Near the end of a new, four-hour PBS documentary called “The Black Church,” comes this succinct summation:

“The Black church is fundamental to the African-American experience. The African-American experience is fundamental to American history. Therefore, Black churches are fundamental to American history.”

Speaking those words is Paul Harvey, who has been teaching history courses at the University of Colorado at Colorado Springs for a quarter of a century.

He's among a host of experts featured in the two-part documentary, which debuted earlier this month on PBS and will air again Sunday at 1:30 and 4:30 p.m.

Harvey joins the likes of mega-star Oprah Winfrey, philosopher Cornel West, musician John Legend, activist Al Sharpton, singer Pharrell Williams, Bishop T.D. Jakes of The Potter’s House Church in Dallas and other famous personalities who were interviewed for the deep dive into how, over the decades, the church has helped Black people counter social injustices.

The film explores church expansion beyond religiosity and into the fight for equity, from the trans-Atlantic slave trade to the Jim Crow South, throughout the Civil Rights movement and into present-day struggles.

For Harvey, who in 2017 was named a CU “distinguished professor” and has authored 13 books, being invited to participate signifies a pinnacle as an academician.

“This experience ranks very high over my career,” he said, “because it’s a way to take material out of my books and reach a bigger audience than normal, with the points I’d like to see communicated.” 

While not everyone enjoys reading history books, anyone who watches the documentary can be educated, entertained and enlightened.

Written and narrated by Henry Louis Gates Jr., the documentary provides a serious, emotional and upbeat look at the Black church.

How the church aided Blacks in surviving slavery and its involvement in calling for civil rights, the power of gospel music and the controversy over its adoption in the secular industry, and Black prosperity and the integration of politics are a few focuses.

As the documentary illustrates, the Black church became a place where “people made a way out of no way” and where during the long, tiring journey people could “return and always call home.”

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Harvey said he received a call from the film’s producers out of the blue in 2019. They had discovered one of his books, “Through the Storm, Through the Night: A History of African-American Christianity,” and wondered if he wanted to be part of the project.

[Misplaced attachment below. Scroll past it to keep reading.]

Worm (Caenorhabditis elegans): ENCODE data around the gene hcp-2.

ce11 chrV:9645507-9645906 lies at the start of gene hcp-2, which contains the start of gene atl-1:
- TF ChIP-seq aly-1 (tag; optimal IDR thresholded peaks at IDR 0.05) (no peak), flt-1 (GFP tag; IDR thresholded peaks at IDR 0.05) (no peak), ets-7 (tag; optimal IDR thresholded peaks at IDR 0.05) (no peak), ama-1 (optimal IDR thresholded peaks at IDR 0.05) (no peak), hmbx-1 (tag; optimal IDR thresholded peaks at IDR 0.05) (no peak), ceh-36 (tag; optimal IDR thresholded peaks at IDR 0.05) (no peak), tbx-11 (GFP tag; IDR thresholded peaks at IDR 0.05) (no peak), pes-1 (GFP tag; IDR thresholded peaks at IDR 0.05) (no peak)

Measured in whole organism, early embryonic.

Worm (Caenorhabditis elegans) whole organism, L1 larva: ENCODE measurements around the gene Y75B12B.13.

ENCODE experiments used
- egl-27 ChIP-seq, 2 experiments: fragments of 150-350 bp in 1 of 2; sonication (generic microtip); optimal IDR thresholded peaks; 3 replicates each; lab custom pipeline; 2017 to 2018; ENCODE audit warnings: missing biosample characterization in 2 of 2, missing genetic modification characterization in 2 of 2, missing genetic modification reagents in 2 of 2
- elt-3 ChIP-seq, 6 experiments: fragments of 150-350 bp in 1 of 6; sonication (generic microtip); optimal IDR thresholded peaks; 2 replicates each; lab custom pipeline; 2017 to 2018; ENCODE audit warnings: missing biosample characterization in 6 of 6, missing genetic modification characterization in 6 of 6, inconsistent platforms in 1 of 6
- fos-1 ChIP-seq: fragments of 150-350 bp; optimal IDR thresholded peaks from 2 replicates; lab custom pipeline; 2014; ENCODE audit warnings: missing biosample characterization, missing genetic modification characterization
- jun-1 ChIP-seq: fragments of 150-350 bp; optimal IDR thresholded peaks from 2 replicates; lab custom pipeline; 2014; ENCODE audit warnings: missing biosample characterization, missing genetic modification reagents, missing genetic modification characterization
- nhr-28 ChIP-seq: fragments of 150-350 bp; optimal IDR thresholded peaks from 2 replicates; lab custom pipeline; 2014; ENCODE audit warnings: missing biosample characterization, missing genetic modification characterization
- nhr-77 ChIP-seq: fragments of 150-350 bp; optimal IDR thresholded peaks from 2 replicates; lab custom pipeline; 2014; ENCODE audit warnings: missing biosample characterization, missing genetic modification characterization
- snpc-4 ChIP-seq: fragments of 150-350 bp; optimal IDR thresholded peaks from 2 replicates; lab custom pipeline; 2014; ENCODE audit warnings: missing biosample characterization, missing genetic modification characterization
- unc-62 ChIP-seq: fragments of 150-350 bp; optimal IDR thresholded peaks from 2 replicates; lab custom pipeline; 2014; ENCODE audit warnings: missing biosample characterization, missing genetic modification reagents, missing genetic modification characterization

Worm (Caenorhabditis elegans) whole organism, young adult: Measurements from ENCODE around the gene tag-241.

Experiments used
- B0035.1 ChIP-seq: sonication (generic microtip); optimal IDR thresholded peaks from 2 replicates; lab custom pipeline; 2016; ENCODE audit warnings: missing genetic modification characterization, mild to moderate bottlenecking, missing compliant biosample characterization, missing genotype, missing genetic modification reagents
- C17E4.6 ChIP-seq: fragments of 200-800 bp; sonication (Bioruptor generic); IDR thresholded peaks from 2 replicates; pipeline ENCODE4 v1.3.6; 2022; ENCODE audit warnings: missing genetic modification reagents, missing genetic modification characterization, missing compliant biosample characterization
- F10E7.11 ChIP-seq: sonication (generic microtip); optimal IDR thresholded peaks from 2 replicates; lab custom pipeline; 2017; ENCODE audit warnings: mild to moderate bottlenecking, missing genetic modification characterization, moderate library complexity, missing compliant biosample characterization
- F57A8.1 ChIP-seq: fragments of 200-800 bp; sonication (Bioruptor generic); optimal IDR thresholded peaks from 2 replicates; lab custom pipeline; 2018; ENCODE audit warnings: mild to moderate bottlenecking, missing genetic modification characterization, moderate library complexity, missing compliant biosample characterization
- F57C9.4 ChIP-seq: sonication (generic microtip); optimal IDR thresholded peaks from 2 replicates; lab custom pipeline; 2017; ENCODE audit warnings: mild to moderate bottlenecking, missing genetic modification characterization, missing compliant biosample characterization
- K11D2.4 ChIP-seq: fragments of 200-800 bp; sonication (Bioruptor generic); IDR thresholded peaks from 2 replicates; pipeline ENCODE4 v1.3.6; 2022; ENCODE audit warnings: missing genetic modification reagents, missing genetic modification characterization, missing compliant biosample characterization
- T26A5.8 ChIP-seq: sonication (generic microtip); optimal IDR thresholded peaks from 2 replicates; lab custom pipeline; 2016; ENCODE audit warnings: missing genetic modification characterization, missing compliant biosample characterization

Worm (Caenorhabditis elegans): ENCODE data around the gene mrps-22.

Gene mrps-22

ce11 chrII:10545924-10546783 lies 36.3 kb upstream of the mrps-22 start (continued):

He didn't hesitate.

They flew Harvey to a studio in New York City, where he spent a day being interviewed. Harvey appears interspersed throughout the two episodes, for about four minutes.

Harvey’s main message: Religion has played an integral role in shaping the character and culture of Black communities in America.

“I was excited about the production company, which had made a documentary about reconstruction after the Civil War that was extremely well done,” Harvey said. “I had hopes this would be a good one, too.”

His hope was realized, he said. “It’s a long and complicated subject, and the documentary is a very nice introduction to the subject.”

While Harvey has been interviewed on national news outlets such as CNN, this is the first time he's appeared in a film.

“Dr. Harvey’s presence in this wonderful documentary is proof positive that he is a leading scholar in the field of race and religion,” said UCCS professor Jeffrey Scholes, director of the Center for Religious Diversity and Public Life.

“His contributions to ‘The Black Church,’ alongside that of other luminaries, call needed attention to the history and power of the Black church in the United States.”

Like other mainline churches, today’s Black church is experiencing a period of change and conflict, particularly around issues of sexuality, Harvey said.

“Younger African-Americans feel alienated,” he said.

But unlike the past, when there were few options other than the church community, people no longer need to rely on the church to engage in politics, create businesses or have a voice in other facets of society, Harvey said.

“The church is naturally less relevant, as there are more opportunities outside of the church world,” he said.

Whether that evolution will be a permanent detriment or merely a blip is history in the making.

Harvey’s 14th book, a biography on Martin Luther King Jr., subtitled “A Redemptive Power,” is scheduled for publication later this year.

Contact the writer: 719-476-1656.

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